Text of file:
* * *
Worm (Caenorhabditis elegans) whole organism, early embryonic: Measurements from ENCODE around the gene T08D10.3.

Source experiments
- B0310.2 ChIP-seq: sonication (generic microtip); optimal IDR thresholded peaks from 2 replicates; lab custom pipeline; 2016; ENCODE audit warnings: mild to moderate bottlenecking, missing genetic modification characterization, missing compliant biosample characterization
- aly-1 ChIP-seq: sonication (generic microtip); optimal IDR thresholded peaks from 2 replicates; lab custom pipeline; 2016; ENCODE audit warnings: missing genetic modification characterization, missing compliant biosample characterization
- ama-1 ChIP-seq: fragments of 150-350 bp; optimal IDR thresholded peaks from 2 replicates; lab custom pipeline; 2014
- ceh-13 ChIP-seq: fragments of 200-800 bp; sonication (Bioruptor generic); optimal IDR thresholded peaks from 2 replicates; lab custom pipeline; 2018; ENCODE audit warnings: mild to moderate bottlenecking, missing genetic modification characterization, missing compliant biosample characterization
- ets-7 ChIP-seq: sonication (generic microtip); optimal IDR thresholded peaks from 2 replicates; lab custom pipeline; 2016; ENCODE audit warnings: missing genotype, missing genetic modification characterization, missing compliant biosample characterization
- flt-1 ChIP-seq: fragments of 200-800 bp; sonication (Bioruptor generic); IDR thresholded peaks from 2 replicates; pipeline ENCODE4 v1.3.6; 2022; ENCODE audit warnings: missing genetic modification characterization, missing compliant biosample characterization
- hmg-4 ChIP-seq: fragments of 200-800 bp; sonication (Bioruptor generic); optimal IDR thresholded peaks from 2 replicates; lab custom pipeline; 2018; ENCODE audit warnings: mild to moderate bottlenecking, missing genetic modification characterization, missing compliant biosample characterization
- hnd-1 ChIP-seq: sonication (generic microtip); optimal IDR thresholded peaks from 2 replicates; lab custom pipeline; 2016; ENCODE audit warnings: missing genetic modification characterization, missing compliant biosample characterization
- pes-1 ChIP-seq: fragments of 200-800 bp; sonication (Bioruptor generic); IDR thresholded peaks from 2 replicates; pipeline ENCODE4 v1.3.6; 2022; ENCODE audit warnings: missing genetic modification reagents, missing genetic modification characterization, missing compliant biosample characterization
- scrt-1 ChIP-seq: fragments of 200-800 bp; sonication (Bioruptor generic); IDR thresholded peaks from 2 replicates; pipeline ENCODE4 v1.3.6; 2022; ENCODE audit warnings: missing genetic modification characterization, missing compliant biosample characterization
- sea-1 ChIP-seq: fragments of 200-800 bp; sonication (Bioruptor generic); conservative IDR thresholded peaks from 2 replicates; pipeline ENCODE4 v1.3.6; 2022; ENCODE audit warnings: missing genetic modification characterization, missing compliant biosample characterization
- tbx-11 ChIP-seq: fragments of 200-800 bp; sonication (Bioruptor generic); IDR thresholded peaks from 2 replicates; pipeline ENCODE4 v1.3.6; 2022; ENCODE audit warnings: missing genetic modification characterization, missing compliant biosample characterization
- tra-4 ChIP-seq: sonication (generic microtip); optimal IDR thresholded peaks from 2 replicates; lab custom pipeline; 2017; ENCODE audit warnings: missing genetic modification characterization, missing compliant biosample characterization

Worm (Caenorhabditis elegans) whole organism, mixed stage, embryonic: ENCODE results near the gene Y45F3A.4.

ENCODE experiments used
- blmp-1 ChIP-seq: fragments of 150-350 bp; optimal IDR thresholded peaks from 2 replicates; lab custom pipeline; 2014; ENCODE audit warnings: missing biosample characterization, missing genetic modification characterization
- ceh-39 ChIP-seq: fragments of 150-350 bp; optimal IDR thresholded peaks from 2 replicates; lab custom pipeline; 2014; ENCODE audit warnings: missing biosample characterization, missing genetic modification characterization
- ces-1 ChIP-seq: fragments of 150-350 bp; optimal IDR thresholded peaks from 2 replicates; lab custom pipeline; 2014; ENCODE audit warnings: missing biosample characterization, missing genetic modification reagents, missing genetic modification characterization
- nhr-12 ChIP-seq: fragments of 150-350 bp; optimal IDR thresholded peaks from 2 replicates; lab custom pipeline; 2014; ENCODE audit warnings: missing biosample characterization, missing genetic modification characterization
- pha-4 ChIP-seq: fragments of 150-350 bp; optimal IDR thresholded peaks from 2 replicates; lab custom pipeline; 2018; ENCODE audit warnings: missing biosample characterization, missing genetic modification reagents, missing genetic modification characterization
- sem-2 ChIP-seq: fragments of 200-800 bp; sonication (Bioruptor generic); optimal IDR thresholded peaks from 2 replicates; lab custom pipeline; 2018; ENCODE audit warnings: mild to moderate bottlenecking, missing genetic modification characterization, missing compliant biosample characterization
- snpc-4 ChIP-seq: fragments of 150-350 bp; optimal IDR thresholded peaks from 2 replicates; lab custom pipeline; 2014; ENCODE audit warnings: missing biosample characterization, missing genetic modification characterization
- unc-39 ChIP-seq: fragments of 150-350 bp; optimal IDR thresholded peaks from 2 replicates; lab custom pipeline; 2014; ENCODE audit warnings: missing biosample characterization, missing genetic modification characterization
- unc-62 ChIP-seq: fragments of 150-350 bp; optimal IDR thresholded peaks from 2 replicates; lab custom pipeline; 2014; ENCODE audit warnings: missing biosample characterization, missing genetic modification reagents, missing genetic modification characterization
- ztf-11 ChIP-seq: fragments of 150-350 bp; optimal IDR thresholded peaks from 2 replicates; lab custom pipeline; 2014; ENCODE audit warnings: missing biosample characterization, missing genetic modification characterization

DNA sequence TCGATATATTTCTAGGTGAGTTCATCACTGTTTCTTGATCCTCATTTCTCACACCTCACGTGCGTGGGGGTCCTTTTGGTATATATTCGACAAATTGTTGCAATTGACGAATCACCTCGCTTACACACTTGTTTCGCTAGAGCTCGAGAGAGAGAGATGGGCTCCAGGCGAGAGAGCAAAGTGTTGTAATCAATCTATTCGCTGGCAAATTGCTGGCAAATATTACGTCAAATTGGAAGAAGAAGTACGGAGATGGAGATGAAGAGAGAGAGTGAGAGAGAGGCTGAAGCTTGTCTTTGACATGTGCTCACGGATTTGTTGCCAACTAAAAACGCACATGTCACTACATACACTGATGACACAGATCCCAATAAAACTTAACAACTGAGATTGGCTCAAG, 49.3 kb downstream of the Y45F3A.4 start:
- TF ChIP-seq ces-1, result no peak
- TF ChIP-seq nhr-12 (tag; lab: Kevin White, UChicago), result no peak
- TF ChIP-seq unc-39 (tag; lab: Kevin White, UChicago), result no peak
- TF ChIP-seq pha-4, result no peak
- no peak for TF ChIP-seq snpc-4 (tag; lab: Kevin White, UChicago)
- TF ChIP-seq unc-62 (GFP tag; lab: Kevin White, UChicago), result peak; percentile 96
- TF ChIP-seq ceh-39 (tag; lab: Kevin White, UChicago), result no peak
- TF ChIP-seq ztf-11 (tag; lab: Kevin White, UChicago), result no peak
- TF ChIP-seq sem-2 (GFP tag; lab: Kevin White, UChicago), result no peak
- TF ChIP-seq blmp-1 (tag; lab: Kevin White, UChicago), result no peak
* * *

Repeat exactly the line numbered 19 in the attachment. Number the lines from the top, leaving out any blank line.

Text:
- ceh-39 ChIP-seq: fragments of 150-350 bp; optimal IDR thresholded peaks from 2 replicates; lab custom pipeline; 2014; ENCODE audit warnings: missing biosample characterization, missing genetic modification characterization